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The cloth of good hope

  • Livaeco, a new homegrown sustainable fabric, was showcased during the opening show of Lotus Makeup India Fashion Week
  • The fabric has been manufactured by Aditya Birla Fashion using wood pulp sourced from sustainable forests and is biodegradable

Design by Samant Chauhan using Livaeco, showcased at the Lotus Makeup India Fashion Week

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Scoring an opening show at fashion week is a big deal. At the recently concluded Lotus Makeup India Fashion Week (LMIFW, 13-17 March) organized by the Fashion Design Council of India (FDCI), the opening show saw four designers—Rina Dhaka, Sahil Kochhar, Shalini James and Samant Chauhan—come together.

While Dhaka showcased flowing dresses and anti-fit suits, Kochhar put his intricate surface textures and appliqués on display. James’ models were dressed in printed ensembles inspired by forests while Chauhan offered a sporty take on his signature ivory and white palette. The common thread that bound the distinct aesthetics of these designers was Livaeco, a new sustainable home-grown fabric.

Launched in January by Aditya Birla Fashion, Livaeco has been developed under the Liva brand of fabrics. Nelson Jaffrey, head of design at Liva, says the bio-degradable fabric stands out among competitors for its sustainable origins. It is manufactured from wood pulp sourced from forests certified as sustainable by the Forest Stewardship Council, which promotes responsible forest management.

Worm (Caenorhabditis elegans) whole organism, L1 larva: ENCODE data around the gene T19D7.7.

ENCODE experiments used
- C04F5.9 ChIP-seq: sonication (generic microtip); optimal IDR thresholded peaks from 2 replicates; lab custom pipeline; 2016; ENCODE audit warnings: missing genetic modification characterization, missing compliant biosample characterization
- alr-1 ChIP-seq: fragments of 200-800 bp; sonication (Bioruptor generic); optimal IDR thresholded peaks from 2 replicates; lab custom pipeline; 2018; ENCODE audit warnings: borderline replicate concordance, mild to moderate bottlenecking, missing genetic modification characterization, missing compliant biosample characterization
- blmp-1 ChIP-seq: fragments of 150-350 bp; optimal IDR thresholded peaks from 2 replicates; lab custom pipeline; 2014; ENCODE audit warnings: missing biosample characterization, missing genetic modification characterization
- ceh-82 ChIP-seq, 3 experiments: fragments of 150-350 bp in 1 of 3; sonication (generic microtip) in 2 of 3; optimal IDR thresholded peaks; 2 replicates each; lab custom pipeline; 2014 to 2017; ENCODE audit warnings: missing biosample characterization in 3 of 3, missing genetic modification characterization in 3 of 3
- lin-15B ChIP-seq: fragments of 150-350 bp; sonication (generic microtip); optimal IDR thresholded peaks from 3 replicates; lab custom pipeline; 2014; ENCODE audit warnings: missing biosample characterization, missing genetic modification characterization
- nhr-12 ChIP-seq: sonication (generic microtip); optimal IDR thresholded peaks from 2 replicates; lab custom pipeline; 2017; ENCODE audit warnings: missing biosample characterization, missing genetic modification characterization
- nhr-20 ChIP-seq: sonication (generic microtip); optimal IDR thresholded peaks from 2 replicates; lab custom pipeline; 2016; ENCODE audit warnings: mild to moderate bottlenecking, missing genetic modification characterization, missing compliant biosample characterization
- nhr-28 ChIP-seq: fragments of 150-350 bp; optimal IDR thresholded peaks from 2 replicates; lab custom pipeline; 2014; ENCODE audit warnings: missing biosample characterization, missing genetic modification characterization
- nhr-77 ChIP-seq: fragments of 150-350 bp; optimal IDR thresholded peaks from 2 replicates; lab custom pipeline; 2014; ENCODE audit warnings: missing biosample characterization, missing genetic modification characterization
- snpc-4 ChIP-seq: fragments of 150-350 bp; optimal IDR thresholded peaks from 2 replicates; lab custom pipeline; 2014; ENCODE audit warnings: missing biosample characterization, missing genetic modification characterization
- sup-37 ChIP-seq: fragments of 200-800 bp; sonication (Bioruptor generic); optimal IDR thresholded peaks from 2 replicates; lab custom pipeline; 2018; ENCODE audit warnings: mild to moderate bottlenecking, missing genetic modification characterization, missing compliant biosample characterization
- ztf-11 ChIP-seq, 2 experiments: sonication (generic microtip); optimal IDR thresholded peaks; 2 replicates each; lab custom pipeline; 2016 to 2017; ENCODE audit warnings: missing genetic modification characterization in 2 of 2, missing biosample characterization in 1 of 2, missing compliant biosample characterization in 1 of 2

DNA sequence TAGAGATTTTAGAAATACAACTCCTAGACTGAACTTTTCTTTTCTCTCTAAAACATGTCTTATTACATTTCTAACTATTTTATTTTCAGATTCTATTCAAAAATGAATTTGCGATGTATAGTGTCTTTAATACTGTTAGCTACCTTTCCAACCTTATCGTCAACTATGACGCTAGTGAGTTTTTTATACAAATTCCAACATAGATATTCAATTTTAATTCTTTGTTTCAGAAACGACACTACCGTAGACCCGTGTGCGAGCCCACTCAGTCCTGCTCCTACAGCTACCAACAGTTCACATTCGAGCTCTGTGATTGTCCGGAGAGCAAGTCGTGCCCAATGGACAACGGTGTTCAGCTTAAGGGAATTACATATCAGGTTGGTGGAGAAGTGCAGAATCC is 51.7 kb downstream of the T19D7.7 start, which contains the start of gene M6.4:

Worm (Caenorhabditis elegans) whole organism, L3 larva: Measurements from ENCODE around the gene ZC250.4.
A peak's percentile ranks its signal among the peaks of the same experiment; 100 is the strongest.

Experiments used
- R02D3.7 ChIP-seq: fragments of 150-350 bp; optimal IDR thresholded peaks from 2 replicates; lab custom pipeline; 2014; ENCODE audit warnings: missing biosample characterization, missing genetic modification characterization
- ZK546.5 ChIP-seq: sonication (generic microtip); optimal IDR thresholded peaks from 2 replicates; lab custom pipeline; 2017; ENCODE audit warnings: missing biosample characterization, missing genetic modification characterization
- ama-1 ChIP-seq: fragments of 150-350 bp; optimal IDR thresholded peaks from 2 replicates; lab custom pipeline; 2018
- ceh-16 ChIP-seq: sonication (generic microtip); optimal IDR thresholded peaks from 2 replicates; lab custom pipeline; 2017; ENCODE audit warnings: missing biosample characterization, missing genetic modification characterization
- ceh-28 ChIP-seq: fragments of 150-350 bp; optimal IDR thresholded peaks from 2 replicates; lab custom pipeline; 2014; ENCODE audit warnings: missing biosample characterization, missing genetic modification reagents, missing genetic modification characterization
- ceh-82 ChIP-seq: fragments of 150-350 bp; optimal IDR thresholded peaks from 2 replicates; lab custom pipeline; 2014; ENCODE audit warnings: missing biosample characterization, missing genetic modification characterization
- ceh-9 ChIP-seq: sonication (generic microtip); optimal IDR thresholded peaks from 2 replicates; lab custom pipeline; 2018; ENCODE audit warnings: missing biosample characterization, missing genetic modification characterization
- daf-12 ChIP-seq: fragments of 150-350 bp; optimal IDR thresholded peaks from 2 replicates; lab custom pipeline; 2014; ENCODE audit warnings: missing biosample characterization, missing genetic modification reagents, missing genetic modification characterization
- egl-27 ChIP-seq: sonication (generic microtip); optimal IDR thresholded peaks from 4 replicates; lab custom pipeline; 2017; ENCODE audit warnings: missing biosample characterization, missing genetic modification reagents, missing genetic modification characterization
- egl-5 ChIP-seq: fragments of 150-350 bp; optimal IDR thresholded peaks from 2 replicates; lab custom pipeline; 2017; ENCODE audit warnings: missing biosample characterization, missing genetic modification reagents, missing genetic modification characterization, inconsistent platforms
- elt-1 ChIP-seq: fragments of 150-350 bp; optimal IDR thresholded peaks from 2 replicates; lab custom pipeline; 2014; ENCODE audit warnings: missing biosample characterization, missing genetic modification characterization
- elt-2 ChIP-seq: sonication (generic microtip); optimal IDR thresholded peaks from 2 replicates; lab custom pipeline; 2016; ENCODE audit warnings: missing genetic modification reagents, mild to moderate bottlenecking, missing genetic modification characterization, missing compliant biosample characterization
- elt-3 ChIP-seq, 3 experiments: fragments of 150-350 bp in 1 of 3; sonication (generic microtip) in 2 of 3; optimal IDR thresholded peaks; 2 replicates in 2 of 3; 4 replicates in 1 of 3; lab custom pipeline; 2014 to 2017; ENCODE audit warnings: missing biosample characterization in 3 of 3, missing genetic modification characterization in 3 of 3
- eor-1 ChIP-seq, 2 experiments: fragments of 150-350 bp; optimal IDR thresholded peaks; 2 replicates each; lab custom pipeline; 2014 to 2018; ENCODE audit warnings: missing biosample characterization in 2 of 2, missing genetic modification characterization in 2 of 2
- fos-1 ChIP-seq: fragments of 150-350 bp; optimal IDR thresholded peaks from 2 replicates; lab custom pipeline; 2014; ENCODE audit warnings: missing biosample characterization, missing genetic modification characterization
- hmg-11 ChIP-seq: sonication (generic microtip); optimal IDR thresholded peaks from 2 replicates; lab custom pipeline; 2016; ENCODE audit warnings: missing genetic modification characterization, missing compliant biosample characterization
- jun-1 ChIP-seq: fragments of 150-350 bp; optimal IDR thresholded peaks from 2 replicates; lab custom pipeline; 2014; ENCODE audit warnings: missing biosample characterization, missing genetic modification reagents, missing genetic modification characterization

Design by Sahil Kochhar using Livaeco, showcased at the Lotus Makeup India Fashion Week
Design by Sahil Kochhar using Livaeco, showcased at the Lotus Makeup India Fashion Week (Courtesy FDCI)

Jaffrey’s team develops new fabric collections for every season, and also oversees designer associations. The team worked with the designers from December to develop the collections. “Whenever we associate with designers, we want to showcase the versatility of the fabric. While some designers like Gaurav Jai Gupta (who created a collaborative capsule for the fabric’s launch) are known for sustainability, we also want to focus on newer names,” says Jaffrey over the phone. “While Dhaka is a veteran in the industry with a distinct style, Sahil Kochhar is all about detailing. Shalini James focuses on eco-friendly fabrics. Samant Chauhan works on ivory and ecru, but for this collection works on sportswear silhouettes which are different from his conventional designs.”

Kochhar, who used the opportunity to create a transeasonal pret collection, has used Liva. “As a brand, we have also started exploring more eco-friendly options. I liked the fall of the fabrics,” he says over the phone. “Because we were working on a sustainable fabric, we also created the appliqués on the garments with leftover fabrics.”

Along with designer collaborations, Liva is also collaborating with high-street brands in India to incorporate the fabrics in their collections. Womenswear label W is slated to launch a new collection that uses the fabric as part of its Autumn/Winter collection. “Globally, fashion is moving towards sustainable fabrics,” says Jaffrey. “We would want Indian labels to adopt these as well.”

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